Roger Federer is now ranked ninth in the world, with 3765 points, and will drop 480 points next week, putting him at 3285.
Felix Auger-Aliassime will be within 20 points of him, but Hubert Hurkacz, who is only 64 points away, may also be able to reach him.
If the two have a successful tournament at Indian Wells, they will overtake the Helvetian in the rankings, but even if that does not happen, it is only a matter of time before Federer leaves the Top 10 on his own, as he will continue to lose points in the following weeks.
For example, on the 25th of this month, he will forfeit the 500 points he has leftover from his 2019 Basel championship. On November 8, he will forfeit the 400 points he has leftover from his last appearance in the Nitto ATP Finals.
About 900 points will put him near 18th in the rankings, the lowest he has been since June 4, 2001, more than two decades ago.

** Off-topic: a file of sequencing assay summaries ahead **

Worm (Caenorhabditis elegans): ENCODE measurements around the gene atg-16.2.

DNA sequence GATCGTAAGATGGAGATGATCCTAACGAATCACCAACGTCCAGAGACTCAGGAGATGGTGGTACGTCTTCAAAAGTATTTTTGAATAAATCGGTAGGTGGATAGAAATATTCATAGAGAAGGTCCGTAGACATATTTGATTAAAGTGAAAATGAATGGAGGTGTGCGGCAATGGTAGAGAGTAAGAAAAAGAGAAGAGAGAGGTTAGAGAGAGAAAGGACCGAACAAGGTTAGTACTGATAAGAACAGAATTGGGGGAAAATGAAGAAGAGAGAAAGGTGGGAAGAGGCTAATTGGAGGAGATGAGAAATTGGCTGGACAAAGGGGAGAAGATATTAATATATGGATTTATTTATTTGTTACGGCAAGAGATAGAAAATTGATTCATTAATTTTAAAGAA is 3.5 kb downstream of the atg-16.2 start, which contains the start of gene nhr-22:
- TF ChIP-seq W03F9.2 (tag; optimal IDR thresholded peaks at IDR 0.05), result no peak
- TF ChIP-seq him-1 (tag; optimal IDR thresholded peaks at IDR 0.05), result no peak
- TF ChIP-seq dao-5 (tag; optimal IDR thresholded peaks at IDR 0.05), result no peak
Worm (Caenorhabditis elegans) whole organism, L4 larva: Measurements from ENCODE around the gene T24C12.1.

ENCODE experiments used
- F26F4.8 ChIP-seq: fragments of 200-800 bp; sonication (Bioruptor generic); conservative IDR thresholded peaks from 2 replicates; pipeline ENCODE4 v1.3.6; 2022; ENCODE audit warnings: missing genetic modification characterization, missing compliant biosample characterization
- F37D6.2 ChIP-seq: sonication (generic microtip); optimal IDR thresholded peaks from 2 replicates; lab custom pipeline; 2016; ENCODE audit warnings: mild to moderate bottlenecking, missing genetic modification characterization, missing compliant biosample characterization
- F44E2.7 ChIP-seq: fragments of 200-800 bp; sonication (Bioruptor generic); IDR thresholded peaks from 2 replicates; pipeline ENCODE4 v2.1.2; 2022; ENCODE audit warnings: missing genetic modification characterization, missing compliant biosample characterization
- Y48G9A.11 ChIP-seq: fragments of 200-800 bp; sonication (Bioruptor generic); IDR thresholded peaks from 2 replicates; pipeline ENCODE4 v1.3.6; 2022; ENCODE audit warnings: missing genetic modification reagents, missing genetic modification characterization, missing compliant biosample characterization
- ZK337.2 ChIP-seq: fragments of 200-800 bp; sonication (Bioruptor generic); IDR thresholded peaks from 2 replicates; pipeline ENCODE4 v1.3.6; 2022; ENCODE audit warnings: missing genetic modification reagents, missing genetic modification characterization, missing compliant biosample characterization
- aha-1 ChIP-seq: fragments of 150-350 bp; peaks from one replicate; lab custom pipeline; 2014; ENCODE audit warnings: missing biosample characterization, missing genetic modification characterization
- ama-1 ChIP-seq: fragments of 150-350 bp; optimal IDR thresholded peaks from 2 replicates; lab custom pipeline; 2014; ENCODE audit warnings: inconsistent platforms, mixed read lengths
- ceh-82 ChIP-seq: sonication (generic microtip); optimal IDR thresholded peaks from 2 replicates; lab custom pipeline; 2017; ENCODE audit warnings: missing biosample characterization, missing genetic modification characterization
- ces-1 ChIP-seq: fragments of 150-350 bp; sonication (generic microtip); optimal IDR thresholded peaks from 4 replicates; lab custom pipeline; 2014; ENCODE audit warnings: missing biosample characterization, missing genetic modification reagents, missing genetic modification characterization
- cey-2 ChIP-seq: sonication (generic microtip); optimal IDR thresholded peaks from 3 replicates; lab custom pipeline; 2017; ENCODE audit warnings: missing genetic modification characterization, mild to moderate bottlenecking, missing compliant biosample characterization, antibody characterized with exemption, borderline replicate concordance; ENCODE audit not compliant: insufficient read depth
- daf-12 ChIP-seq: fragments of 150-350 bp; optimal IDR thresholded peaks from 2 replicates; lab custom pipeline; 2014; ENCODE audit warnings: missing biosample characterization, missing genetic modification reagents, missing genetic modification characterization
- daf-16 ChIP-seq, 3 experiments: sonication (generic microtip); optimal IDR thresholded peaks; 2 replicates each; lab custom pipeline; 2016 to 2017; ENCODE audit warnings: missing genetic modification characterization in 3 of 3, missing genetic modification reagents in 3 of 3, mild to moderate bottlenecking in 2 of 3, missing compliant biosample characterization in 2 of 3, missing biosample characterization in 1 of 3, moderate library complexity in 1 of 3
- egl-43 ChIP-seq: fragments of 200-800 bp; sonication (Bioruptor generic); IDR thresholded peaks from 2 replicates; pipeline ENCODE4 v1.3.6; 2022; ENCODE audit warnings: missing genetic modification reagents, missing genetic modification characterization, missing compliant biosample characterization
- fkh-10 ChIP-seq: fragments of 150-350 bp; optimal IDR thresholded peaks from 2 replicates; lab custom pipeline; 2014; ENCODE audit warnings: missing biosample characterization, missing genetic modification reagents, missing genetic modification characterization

After a six-month layoff in 2017, he dropped to 17th in the rankings, but rapidly rose after winning in Melbourne that year.
In 2022, that will not be the case. Roger will also lose all 720 points in the Australian Open 2019 semifinals, resulting in a spectacular drop in the standings.
Federer expresses opinion on social media
Roger Federer recently spoke with Jonathan Heaf of GQ Magazine on Naomi Osaka and Emma Raducanu’s troubles on the big stage, the Big Three’s dominance, and Rafael Nadal’s sleeveless tops.
“Yes, I think so (that there is too much pressure),” Federer said.
“I was following Emma Raducanu’s incredible run in Wimbledon and also Naomi Osaka these last few years – it’s been amazing, both of their stories.
“But it hurts when you see what happens and when they don’t feel well.”
Roger Federer believes that dealing with hostility on social media is incredibly difficult.
“I can’t imagine going through the beginning of my career with social media; I have no clue how I would have handled it,” the Swiss said.
“For every 10 nice comments there’s always one negative comment and, of course, that is the one you focus on. It’s a horrible situation.
“Even when I am feeling down I know I need to act a certain way in front of the world’s press. We need to remember that tennis players are athletes and professionals, but we are also human too.”